The question is about Corollary 1.6.2 (b) in the book by Laumon and Moret-Bailly on algebraic stacks.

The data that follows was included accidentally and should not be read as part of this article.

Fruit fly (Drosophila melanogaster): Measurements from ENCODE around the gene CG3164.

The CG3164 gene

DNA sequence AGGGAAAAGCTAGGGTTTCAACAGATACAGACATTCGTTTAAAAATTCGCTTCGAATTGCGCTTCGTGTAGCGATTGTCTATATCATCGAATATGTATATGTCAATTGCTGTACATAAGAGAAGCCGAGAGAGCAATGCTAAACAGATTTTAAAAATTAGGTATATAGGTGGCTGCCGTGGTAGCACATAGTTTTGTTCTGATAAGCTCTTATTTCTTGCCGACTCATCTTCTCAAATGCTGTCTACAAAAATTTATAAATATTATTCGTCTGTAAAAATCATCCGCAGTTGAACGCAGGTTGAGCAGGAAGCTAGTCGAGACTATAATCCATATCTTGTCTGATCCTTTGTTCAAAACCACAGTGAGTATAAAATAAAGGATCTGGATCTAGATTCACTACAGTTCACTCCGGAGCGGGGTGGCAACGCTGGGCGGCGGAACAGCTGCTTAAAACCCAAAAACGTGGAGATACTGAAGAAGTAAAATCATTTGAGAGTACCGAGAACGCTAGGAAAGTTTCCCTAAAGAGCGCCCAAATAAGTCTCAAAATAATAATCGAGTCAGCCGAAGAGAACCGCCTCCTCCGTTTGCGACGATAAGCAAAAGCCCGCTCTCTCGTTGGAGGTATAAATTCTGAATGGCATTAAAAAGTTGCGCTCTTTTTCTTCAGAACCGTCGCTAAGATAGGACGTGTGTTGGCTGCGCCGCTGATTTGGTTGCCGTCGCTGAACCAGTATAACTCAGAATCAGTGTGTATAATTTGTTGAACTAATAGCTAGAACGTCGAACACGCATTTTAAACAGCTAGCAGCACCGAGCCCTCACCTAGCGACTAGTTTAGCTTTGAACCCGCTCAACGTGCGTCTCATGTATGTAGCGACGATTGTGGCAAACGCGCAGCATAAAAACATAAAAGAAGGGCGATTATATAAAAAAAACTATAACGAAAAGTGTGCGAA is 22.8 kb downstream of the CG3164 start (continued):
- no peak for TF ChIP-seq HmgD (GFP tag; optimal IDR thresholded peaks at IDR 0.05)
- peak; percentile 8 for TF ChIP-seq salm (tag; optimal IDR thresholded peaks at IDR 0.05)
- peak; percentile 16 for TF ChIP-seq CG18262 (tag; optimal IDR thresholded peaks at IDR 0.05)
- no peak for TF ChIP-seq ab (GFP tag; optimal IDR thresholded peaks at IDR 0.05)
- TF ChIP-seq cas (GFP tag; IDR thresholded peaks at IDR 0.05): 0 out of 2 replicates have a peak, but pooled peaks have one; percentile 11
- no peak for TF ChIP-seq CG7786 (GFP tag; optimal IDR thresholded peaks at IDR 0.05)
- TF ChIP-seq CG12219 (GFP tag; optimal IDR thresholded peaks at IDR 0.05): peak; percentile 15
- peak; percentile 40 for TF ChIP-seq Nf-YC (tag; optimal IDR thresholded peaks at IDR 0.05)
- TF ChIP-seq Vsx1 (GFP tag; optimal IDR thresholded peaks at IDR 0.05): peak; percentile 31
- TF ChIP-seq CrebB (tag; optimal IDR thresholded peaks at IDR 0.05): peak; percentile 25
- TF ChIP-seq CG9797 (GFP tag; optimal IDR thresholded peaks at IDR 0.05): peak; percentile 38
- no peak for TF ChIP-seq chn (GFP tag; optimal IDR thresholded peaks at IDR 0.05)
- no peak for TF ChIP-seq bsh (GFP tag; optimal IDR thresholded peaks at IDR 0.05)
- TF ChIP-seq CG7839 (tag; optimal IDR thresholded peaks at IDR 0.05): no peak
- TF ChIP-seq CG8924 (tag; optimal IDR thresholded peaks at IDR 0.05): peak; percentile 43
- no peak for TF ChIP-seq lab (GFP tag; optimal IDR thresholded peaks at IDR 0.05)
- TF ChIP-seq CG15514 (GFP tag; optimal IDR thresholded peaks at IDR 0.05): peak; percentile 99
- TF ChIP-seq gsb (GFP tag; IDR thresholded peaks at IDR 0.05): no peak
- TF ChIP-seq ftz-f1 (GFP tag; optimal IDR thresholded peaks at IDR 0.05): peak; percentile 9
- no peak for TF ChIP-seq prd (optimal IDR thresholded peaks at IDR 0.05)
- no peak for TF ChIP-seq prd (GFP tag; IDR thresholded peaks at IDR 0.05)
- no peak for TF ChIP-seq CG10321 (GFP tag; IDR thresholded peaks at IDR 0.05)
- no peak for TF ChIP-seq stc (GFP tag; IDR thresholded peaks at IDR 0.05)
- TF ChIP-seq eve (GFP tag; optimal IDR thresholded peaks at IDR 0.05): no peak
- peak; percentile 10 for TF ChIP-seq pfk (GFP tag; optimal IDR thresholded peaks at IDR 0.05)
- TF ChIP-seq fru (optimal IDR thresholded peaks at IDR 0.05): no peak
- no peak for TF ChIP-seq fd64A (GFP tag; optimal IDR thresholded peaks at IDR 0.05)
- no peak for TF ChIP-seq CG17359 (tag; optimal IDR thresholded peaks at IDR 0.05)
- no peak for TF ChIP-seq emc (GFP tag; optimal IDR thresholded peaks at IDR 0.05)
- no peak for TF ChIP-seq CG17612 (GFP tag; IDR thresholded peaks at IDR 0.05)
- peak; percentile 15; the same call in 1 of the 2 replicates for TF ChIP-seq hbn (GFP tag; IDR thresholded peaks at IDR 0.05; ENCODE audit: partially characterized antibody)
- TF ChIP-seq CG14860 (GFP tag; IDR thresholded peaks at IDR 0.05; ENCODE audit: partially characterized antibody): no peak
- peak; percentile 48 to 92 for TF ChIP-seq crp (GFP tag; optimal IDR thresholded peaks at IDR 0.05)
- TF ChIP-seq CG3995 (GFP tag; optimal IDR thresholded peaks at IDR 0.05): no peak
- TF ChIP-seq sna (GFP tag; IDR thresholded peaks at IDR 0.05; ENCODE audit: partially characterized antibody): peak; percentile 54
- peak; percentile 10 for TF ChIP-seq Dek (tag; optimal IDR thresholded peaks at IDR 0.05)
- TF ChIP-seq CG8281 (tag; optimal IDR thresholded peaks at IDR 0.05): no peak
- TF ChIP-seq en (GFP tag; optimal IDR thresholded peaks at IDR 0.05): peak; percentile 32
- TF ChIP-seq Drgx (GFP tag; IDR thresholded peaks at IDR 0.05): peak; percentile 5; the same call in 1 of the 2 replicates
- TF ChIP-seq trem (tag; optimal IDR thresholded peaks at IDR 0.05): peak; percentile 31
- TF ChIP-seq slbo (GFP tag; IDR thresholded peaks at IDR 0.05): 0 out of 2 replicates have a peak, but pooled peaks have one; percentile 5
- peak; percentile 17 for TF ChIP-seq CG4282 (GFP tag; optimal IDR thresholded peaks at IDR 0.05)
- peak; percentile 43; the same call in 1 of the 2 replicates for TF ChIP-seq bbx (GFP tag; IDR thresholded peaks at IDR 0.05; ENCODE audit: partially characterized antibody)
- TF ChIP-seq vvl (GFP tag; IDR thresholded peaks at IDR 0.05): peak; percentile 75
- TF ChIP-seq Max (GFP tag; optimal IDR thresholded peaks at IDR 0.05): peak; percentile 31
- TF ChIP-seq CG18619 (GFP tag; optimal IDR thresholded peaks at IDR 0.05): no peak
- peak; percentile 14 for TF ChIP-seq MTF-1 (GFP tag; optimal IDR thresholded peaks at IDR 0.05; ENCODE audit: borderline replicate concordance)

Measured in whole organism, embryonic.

There we have a scheme $S$ and morphisms $X \xrightarrow{f} Y \xrightarrow{g} Z$ of sheaves on a (version of) the big etale site of $S$. The goal is to prove that if $g \circ f$ and $Y \times_Z Y \rightarrow Y \times_S Y$ are representable by algebraic spaces, then $f$ is also representable by algebraic spaces. The proof proceeds by taking a test morphism $y\colon U \rightarrow Y$ from an $S$-scheme $U$ and observing that the diagram with top row $$X \times_Y U \rightarrow X \times_Z U$$ and bottom row $$Y\times_Z Y \rightarrow Y \times_S Y$$ is Cartesian (sorry, I don't know how to draw commutative diagrams here). I can't understand why this diagram is Cartesian: it seems that the bottom row doesn't capture the condition that the "elements" of $X$ and $U$ should have equal images in $Y$. It seems that the diagram would be Cartesian if the bottom row were $$ Y \rightarrow Y\times_Z Y$$ instead. I would be extremely grateful if someone could clarify my confusion and explain the proof of the cited Corollary.